Wedding Rings Direct ‘Bride of the Year’ campaign

In light of our recent nomination for the European Search Awards we thought the time was ripe to share a few more details about our work with Wedding Rings Direct and the ’Bride of the Year campaign’, which earned us a nomination in the ‘Best Use of PR in a Search Campaign’ category.

Wedding Rings Direct offers the largest collection of quality engagement, wedding and eternity rings in the UK. We first started working with them at the beginning of 2013 when they approached us to help them increase brand exposure, customer acquisition and revenue having suffered a significant drop in natural search traffic as a result of Google updates and subsequent penalties.

As part of their strategy, we came up with the idea of a Bride of The Year campaign, aimed at raising brand awareness and boosting social media engagement, whilst also building a number of high quality editorial links.

At the launch of the campaign, we asked friends and family of brides set to marry in 2014 to nominate the brides-to-be with photo and the reason they deserved to be Bride of the Year. We then approached wedding related businesses with strong blog domains to help us publicise the competition, whilst also inviting them to donate items or services for the winner’s prize package in return for media coverage.

When the competition launched, we used an ‘old school’ PR approach via press releases and calls to the local media and relevant wedding bloggers. This secured us coverage in the main local newspaper, whilst also gaining editorial links from bloggers.

In order to generate social media buzz, we created a contest app for Wedding Rings Direct’s Facebook page where brides-to-be could be nominated and then voted for by family and friends. To encourage the highest number of entries possible, we supported Facebook activity with advertising, accompanied by sponsored stories to extend reach even further.

Bride of The Year Competition

There were a total of 28 entries to the competition with each entry receiving an average of 65 votes and six comments per entry. Bride of the Year content was shared on Facebook 12,322 times during the two months the competition was live.

In October– after receiving more than 800 public votes– Rosa Lee from Brighton was crowned Bride of the Year 2014, receiving a set of bespoke wedding rings as part of a prize package worth more than £1,500.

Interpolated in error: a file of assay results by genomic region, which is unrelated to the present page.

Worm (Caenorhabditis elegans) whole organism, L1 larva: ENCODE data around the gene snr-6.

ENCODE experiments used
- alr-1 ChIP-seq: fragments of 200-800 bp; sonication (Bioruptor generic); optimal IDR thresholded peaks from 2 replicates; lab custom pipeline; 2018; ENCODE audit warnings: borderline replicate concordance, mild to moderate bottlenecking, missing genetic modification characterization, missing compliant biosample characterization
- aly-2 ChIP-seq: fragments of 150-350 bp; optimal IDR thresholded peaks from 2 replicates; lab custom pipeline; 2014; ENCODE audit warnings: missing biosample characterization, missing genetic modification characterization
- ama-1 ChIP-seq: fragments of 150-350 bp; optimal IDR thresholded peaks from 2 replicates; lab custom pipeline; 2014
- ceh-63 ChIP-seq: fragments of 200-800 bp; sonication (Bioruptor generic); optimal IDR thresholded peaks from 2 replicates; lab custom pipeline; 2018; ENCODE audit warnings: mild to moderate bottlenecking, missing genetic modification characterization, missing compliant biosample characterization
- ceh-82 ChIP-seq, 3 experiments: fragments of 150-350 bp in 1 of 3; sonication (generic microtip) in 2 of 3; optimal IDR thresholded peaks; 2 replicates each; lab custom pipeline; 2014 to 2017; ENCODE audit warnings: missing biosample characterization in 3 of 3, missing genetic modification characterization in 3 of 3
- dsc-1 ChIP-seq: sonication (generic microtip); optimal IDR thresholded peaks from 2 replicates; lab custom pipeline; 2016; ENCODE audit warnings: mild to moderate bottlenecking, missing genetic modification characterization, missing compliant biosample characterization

The winning bride receiving her wedding rings from Wedding Rings Direct

Campaign highlights included:

  • 17 pieces of coverage from the media and wedding bloggers about the competition and winner
  • 10,185 unique visitors to the competition on Facebook
  • 84% increase in Facebook fans
  • 41 high quality, editorial links from a variety of domains over the four months of the campaign (exceeding the target of 30)

In addition, year-on-year natural search traffic is now tracking above the pre-penalty level for the first time in twelve months.

Kate Rivera, Marketing Manager at Wedding Rings Direct said “We are so pleased with how the Bride of the Year campaign performed from both a brand awareness and social activity perspective. We increased our Facebook followers significantly and the campaign also allowed three months of daily social interaction with our audience across multiple social platforms including Facebook, Twitter, G+ and Pinterest.”

We’ve thoroughly enjoyed working on this campaign and were very happy to hear that due to the success of the competition, Wedding Rings Direct would like us to repeat and expand the competition nationally in 2014.

Watch this space for more details… and wish us luck with the European Search Awards!

 

European Search Awards Shortlist Badge

 

 

 

The Weekly Shop (3rd – 7th March)

In the Weekly Shop this week…a possible overhaul of the current business rates system, the changing face of retail, and a study which has revealed a major increase in online shopping.

Business rates ‘not fit for purpose’ as retail goes digital: MP